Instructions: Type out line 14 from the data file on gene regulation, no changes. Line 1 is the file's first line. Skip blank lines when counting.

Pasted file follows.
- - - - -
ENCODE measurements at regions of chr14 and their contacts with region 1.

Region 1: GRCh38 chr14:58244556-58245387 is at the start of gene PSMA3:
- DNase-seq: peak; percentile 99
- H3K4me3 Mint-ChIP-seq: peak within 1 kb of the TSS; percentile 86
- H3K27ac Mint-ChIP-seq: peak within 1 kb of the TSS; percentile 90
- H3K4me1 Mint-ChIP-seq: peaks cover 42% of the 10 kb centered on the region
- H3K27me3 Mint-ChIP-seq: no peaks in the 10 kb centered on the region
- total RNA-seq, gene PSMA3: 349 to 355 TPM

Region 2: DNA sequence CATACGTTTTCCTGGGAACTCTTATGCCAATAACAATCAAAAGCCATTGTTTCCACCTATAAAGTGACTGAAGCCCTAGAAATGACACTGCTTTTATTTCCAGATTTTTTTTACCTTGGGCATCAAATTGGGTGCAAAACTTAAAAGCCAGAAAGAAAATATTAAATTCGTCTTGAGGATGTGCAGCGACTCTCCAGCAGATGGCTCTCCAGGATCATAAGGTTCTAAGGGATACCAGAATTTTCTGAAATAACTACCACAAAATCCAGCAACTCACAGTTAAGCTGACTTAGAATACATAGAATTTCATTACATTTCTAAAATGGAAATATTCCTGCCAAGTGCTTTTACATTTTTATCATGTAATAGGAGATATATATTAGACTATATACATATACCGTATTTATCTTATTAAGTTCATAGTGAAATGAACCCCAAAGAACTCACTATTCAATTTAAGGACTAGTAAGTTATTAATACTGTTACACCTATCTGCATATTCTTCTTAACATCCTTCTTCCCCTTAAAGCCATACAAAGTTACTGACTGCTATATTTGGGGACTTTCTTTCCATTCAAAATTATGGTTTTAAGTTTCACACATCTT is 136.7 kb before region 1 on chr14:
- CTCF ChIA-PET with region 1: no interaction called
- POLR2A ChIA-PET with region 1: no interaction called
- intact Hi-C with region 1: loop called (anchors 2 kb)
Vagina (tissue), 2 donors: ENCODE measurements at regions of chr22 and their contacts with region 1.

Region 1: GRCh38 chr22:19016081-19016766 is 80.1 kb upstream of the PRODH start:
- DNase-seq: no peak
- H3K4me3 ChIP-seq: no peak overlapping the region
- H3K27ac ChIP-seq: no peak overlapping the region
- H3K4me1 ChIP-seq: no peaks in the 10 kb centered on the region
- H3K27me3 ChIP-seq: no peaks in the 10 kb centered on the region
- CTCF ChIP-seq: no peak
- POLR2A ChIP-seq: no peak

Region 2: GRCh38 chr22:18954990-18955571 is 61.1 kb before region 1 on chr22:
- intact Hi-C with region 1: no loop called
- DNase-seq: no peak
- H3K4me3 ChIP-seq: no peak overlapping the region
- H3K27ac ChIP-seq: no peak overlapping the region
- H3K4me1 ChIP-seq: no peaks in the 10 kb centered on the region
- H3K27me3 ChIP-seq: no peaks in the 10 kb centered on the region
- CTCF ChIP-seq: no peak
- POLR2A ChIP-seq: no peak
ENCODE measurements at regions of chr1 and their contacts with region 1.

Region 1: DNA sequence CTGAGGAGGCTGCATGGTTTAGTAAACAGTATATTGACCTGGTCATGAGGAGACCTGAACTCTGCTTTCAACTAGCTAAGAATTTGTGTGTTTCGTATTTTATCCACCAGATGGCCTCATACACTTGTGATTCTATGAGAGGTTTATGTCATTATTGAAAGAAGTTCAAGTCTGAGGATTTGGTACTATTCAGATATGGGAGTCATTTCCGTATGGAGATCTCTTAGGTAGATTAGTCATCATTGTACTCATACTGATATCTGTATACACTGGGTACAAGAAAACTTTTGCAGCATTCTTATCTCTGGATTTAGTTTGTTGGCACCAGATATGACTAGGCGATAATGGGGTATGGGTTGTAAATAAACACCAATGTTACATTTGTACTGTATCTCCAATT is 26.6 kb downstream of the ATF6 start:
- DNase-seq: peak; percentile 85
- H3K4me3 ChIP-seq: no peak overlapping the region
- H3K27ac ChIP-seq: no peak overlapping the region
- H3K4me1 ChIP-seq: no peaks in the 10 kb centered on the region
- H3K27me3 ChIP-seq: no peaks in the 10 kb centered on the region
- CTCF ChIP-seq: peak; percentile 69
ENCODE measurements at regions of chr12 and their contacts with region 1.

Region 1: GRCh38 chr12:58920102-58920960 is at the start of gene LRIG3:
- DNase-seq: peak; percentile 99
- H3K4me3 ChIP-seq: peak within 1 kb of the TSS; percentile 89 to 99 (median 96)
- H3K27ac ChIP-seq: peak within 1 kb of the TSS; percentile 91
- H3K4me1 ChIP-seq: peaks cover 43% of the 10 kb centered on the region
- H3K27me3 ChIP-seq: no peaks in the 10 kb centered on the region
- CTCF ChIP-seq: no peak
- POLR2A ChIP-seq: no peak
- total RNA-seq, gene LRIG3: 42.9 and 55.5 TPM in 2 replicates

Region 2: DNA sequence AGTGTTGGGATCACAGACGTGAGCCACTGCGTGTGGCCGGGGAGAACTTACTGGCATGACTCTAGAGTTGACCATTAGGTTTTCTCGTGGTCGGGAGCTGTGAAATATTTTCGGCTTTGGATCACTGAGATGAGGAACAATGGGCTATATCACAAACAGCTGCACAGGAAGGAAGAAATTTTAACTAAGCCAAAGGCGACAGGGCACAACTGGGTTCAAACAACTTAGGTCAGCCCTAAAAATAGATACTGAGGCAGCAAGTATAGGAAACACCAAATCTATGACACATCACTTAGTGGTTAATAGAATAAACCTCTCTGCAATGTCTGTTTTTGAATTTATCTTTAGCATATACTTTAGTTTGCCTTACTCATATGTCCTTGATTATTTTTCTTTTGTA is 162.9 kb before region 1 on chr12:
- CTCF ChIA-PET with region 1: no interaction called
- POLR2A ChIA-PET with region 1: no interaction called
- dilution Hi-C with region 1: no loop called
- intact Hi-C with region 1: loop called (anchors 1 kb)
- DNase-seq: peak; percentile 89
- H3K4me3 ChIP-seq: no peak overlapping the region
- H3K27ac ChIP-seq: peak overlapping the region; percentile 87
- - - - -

Region 1: GRCh38 chr22:19016081-19016766 is 80.1 kb upstream of the PRODH start: